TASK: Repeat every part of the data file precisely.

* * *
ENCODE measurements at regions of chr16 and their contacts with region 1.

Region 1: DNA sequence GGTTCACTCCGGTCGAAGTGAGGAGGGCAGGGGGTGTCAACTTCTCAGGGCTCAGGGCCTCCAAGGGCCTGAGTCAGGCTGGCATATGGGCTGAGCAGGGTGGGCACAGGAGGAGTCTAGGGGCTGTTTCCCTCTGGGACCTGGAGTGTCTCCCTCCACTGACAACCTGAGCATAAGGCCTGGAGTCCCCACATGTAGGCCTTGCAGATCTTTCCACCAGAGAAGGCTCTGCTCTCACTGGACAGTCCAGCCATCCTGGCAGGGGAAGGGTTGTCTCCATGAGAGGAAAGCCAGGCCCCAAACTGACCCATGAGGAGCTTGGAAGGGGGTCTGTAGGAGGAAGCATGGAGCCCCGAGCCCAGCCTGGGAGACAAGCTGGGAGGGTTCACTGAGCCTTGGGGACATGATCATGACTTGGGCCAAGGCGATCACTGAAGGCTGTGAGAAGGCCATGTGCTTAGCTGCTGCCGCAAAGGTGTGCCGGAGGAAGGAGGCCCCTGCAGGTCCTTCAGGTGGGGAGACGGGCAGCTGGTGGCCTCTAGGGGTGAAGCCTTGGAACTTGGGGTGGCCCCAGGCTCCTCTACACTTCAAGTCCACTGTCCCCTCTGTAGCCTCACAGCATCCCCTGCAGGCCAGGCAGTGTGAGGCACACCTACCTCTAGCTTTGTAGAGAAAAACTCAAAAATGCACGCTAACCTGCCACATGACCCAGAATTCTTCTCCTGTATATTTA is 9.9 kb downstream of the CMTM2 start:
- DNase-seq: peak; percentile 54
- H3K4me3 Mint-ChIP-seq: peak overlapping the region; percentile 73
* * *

ENCODE measurements at regions of chr16 and their contacts with region 1.

Region 1: DNA sequence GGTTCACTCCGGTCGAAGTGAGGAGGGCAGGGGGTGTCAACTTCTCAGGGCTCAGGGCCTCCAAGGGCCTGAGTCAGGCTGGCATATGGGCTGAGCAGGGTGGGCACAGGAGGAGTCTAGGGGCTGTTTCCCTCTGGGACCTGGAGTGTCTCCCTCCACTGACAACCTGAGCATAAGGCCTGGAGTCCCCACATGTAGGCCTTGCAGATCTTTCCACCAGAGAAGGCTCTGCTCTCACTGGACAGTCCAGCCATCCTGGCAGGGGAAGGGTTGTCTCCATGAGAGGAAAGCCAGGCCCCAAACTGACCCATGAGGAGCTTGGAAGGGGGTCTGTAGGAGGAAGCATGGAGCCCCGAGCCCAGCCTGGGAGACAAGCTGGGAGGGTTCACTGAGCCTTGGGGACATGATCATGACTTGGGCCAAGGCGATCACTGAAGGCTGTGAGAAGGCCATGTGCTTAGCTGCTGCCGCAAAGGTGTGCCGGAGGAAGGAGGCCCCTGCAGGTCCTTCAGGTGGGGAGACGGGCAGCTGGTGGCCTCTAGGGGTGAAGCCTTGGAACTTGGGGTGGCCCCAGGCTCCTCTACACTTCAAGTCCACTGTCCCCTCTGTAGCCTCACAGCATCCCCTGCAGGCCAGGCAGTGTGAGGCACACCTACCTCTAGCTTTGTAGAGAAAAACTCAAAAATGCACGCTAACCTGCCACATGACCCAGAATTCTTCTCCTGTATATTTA is 9.9 kb downstream of the CMTM2 start:
- DNase-seq: peak; percentile 54
- H3K4me3 Mint-ChIP-seq: peak overlapping the region; percentile 73